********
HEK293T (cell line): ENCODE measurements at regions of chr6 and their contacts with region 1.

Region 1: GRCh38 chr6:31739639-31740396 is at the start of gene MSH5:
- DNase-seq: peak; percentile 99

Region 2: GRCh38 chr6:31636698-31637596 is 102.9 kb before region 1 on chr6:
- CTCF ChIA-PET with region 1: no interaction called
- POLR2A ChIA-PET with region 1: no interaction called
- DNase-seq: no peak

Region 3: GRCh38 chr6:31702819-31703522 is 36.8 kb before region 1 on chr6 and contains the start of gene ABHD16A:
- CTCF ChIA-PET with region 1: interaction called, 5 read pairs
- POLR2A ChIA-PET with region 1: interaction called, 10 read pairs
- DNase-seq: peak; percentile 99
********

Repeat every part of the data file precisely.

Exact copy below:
HEK293T (cell line): ENCODE measurements at regions of chr6 and their contacts with region 1.

Region 1: GRCh38 chr6:31739639-31740396 is at the start of gene MSH5:
- DNase-seq: peak; percentile 99

Region 2: GRCh38 chr6:31636698-31637596 is 102.9 kb before region 1 on chr6:
- CTCF ChIA-PET with region 1: no interaction called
- POLR2A ChIA-PET with region 1: no interaction called
- DNase-seq: no peak

Region 3: GRCh38 chr6:31702819-31703522 is 36.8 kb before region 1 on chr6 and contains the start of gene ABHD16A:
- CTCF ChIA-PET with region 1: interaction called, 5 read pairs
- POLR2A ChIA-PET with region 1: interaction called, 10 read pairs
- DNase-seq: peak; percentile 99